DES MOINES, Iowa (AP) — Anyone with at least a casual understanding of fishing knows that the places where one stream meets another tend to be productive spots.
One of them is where the Raccoon River flows into the Des Moines River — what folks around here call the confluence. Eons before they also called it downtown, people have been pulling fish from those waters.
They were there a century ago, when the Des Moines Register and Leader published an essay on the scene. It noted that as early as 4 a.m. “out at the middle pier of the Locust Street bridge men find a place to rest and try their fortune,” angling for a catch in the muddy water below.
And they are there today. People like Matt Vondra of West Des Moines, a heavy equipment operator who’s been frequenting the downtown bridges on his off hours for 20 years to drop a line for the “flats and cats” — flathead and channel catfish — against the backdrop of the Des Moines skyline.
Managing multiple stout poles strung with heavy line, he seeks catches like the personal-best 65-pounder he landed in 2011, fishing off the pedestrian bridge south of the Court Avenue span. He proudly displays a photo on his phone of him hoisting the freakish-looking flathead, its whiskered mouth wide enough to swallow his arm.
“I can be here all night if the fish are biting,” Vondra told the Des Moines Register, reminiscing about amusing conversations with inebriated bar patrons who stumble across the bridges at 2 a.m.
What is it that makes this urban stretch of river such a good place to fish?
A major attraction is the big fish — the river monsters who lurk on the bottom, waiting to suck up the green sunfish, bullheads and shad suspended on the hefty hooks lowered to them by anglers like Vondra.
Greg Sieck, a natural resources manager at Dallas County Conservation, knows the allure. He recently caught a 71-pound flathead, 10 pounds shy of the Iowa record, in a tributary just off the Des Moines River, the exact location of which he politely declines to identify.
Though he considers himself a hunter, first and foremost, he’s — so to speak — hooked on fishing, catching about 100 cats a year with bank-mounted lines he sets out in the evening, then checks early the next day.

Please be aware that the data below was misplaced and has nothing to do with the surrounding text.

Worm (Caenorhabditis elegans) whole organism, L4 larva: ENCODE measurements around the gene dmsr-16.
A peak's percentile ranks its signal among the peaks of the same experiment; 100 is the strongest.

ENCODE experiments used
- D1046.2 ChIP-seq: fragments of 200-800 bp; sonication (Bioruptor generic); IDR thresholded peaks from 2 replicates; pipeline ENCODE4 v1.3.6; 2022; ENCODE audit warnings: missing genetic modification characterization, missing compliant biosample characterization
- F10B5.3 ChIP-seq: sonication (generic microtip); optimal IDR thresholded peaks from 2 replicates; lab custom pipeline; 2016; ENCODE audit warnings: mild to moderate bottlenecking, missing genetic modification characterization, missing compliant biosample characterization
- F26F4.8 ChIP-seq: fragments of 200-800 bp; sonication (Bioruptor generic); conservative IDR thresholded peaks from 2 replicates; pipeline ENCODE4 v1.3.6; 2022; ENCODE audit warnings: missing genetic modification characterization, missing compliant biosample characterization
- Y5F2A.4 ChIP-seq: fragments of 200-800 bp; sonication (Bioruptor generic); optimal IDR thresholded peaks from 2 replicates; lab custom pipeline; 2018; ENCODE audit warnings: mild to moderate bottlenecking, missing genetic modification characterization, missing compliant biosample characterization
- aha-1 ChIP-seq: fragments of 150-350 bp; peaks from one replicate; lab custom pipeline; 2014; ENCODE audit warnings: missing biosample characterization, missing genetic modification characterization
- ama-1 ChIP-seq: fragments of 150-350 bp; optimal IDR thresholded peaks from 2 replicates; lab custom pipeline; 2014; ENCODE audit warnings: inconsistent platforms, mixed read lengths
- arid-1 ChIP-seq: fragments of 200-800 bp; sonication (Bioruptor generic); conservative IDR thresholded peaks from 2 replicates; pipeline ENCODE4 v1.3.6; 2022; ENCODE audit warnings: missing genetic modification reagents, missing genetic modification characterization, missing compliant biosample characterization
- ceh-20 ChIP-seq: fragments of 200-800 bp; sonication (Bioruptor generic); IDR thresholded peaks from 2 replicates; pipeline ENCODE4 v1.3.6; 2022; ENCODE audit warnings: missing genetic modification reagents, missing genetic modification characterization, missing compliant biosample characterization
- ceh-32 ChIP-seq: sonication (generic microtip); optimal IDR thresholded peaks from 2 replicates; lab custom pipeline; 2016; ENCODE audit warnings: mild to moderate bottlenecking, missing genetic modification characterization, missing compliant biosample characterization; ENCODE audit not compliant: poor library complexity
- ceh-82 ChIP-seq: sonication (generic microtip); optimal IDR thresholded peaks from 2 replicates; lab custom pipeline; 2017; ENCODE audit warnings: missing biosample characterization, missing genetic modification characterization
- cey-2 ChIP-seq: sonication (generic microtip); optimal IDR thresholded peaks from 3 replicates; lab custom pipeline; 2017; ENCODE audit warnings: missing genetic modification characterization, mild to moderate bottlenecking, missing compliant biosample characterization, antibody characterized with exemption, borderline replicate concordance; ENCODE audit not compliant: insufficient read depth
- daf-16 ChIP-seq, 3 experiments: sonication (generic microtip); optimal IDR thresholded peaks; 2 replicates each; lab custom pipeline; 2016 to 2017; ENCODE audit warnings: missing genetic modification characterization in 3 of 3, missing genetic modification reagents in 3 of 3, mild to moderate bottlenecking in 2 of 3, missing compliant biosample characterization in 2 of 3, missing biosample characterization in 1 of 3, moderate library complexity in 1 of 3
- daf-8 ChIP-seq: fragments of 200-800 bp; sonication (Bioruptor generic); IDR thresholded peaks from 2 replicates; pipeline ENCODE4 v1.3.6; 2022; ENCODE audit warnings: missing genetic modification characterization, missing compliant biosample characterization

“They can really put up a fight,” he says of pulling the goliaths into his boat.
Those battles draw anglers who are often packed shoulder-to-shoulder on the Scott Avenue bridge, fishing the churn of the low-head dam beneath it, a famous hangout for the big ones. Others walk the banks of the river below the dam, casting into eddies for lunker walleyes.
Oddly, as the city has grown, the fishing has perhaps gotten even better. At some point after the 1969 completion of Red Rock Dam, south of Des Moines, and Saylorville Dam to the north a few years later, reports of really big fish being caught in the 50-mile stretch of the Des Moines River between the dams started to increase.
Marion Conover, then state bureau chief of fisheries for the Iowa Department of Natural Resources, told the Register in 1994 that the number of species of gamefish also proliferated. And at the same time — though the endless battle with farm runoff continues — the river got cleaner, thanks to increasing standards for treatment of sewage and control of storm water.
Anglers like Vonda worry that something may come along to spoil the fun — in particular the plan to open fast-flowing passages for kayakers in the Scott Street Dam and the one below the Iowa Women of Achievement Bridge.
But even if the introduction of the whitewater course degrades the quality of fishing, there are those who likely will continue to come and sit beneath the skyscrapers, watching for the telltale jerk of a fish strike on their poles.
That’s because for people like north-sider Calvin Henderson, fishing isn’t the only reason to come down to the bridges, where he casts with his wife and daughter while his sons ride their bikes to the new skatepark just upstream. A 2007 state survey of reasons why people fish found the top three reasons were “for relaxation” (34%), followed by “to be with family” (26%), and “for the sport” (16%).
Henderson ticks all those boxes. On a weekend night, as downtown grows quiet and the lights wink on, Henderson relaxes in his camp chair and takes in the scene. He’s getting away from it all right in the middle of it all.
“I don’t mind catching the little ones,” he says. “I can still find my peace.”